The key to running a story that way is for the writer to establish him/herself as a competent conductor. Some stories trade on confusion masquerading as drama. Morning Glories is not confusing - it is an obviously intricate plot with its foundations in characters with depth, confounded expectations, and real mystery.
The mistake that so many of these Lost retreads make is that they think withholding answers is entertainment. It's not. There is no mystery without investment. What Nick Spencer remembered to do was have the characters do and say interesting and clever things.
Listen, there are types in this book that we've seen before. Ike is the haughty, debauched debutante of the group. The key is, can you make it fresh? So you get two pages of dinner conversation between Ike and his mother like this:
Spencer knows these characters, and he made them all sharp. There's an "emo" girl, of course. There just has to be. We've seen that before. But what you get in this comic is access to her journal, and it is horrible. It's horrible in exactly the way that a teenaged emo girl would produce. It's the most wonderful, horrible journal entries I've ever read.
There's a "meet cute" in the book, and 7,000 romantic comedies have driven this into the ground to the point where it's difficult to feel anything about them any more. So Spencer turns the whole concept upside down when Casey and Hunter conk heads together, producing flying papers and sparks. He knocks the characterization into the cheap seats over and over again.
And that's the only way these mystery plots can survive. First, they need to be populated with characters interesting enough to warrant the suspense. And you need to have some faith in the conductor. The reason why Neil Gaiman, Alan Moore, and Grant Morrison (who gets a nod in the comic) are able to get away with outlandish twists and hanging threads is that we know that no matter how weird things get...there's method to the madness that will pay off down the road. The twists will make sense and the threads will unhang. This story feels like it has a skilled conductor with a plan, and it's positively intoxicating.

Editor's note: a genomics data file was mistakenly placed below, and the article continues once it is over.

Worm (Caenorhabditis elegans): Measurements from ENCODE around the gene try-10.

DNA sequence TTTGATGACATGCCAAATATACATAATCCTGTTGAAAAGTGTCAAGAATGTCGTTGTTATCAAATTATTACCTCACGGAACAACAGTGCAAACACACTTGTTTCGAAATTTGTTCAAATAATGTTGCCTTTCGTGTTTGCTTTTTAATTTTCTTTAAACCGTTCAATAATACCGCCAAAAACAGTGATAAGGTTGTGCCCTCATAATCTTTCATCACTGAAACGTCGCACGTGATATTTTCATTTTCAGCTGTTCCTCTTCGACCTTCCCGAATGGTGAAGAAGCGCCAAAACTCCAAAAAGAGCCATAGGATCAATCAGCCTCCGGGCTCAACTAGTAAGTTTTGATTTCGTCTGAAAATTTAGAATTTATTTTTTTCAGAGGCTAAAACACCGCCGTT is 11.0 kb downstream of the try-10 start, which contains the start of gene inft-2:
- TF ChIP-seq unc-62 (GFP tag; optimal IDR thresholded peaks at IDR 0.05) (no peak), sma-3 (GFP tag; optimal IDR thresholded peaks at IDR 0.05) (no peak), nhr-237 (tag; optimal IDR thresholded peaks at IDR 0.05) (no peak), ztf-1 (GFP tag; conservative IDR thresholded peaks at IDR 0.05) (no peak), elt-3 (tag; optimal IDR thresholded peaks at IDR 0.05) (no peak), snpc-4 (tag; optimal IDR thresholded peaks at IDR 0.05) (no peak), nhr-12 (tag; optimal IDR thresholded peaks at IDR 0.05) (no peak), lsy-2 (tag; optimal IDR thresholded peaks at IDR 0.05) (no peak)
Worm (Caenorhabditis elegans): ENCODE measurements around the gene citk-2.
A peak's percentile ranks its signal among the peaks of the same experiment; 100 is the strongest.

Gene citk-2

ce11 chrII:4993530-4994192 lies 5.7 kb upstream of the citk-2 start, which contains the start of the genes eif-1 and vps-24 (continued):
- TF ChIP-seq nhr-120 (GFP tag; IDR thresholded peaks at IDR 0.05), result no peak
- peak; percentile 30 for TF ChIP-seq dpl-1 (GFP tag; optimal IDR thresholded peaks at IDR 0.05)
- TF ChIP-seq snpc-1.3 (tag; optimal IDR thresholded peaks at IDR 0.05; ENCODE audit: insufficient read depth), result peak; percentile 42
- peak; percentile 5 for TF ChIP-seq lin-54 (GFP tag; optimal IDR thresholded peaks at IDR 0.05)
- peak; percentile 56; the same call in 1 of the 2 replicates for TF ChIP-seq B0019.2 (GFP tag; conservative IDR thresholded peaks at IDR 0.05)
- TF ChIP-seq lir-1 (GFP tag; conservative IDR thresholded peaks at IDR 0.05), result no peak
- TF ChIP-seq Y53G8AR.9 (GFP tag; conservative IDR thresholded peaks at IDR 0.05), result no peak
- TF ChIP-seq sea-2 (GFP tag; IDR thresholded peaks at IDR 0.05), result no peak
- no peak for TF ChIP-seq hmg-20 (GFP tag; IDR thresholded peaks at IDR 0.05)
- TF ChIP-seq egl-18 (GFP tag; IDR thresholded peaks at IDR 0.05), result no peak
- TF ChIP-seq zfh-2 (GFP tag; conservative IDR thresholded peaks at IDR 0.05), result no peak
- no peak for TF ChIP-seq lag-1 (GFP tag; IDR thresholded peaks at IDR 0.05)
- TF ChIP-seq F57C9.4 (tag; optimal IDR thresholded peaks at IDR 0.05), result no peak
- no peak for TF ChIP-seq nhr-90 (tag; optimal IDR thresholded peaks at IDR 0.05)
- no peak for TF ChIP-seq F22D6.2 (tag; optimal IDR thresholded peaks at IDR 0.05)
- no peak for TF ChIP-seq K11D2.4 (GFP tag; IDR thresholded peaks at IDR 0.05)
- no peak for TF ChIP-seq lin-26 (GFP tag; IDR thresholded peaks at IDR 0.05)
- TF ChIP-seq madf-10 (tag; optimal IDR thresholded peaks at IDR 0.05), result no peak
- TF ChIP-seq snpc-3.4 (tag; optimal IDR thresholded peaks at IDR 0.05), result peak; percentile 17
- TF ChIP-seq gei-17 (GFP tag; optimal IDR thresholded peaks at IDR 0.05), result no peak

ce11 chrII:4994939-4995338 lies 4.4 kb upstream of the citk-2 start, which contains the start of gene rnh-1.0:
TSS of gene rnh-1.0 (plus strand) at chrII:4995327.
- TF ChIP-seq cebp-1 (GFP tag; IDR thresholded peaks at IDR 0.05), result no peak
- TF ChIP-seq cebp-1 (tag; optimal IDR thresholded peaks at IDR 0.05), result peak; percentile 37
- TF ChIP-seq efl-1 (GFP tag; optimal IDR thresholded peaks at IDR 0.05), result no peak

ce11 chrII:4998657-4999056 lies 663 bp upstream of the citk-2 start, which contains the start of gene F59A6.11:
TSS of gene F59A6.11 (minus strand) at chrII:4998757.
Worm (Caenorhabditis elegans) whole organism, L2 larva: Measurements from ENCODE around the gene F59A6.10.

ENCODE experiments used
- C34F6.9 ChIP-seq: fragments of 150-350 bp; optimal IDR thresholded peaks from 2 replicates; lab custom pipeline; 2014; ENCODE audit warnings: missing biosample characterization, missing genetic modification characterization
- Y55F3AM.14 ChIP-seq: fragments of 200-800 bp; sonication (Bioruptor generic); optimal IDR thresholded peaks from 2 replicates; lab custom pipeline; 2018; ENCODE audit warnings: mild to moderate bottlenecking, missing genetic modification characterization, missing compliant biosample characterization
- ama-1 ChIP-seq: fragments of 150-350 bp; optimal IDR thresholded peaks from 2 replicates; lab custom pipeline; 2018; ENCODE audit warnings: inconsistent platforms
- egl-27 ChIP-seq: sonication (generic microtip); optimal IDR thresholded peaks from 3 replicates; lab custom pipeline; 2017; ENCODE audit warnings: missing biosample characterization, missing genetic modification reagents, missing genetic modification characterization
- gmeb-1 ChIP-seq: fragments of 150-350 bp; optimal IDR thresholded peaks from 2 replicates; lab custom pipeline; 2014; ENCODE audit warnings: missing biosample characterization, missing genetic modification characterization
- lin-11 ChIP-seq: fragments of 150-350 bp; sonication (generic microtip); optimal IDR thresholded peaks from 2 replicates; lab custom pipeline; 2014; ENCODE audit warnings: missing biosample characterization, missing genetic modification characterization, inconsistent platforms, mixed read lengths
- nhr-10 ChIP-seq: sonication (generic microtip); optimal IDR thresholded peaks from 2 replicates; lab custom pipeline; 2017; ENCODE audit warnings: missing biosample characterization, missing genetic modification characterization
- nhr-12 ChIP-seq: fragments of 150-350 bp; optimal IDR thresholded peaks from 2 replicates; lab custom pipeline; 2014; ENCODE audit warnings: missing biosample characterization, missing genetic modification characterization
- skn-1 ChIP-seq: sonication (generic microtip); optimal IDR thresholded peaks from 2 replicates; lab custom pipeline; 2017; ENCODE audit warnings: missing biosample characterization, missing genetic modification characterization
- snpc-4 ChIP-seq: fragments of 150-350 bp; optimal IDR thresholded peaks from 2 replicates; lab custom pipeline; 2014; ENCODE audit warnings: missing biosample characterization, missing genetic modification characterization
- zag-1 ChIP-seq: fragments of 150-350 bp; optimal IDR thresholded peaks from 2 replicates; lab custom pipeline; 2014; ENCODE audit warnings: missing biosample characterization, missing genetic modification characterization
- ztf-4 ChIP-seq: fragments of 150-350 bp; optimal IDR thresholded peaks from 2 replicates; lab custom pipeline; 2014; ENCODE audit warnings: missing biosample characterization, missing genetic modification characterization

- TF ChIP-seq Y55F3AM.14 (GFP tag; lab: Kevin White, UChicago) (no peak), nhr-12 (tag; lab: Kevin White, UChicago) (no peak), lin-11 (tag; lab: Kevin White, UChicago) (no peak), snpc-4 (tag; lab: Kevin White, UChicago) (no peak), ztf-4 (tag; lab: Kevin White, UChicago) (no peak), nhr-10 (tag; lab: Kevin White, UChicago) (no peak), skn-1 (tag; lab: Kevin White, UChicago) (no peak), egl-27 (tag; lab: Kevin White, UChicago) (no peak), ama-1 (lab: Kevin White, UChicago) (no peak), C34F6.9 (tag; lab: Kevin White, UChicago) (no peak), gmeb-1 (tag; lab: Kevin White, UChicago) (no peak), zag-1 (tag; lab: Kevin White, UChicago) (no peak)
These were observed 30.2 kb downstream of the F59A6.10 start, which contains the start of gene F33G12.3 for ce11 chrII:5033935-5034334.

I could go on about all the easter eggs layered into this thing, of which I've maybe twigged onto only a small part, I'd wager. How about the red head crying about her birthday in perfect homage to Molly Ringwald in 16 Candles? And it's not in your face or jarring. It locks into the story perfectly. If you're not a John Hughes fan, you don't even notice and go on to the next panel. And if you do, it's an extra smile. There's several extra smiles in Morning Glories.
This comic is ripe with the unexpected and deep - good for multiple readings. I've already read it twice, and with all the easter eggs lying around, I expect it won't be the last time I reference this issue. But I'm done ruining your fun with buzz-killing analysis and reveals - just go out and read the Next Big Thing for yourself, already!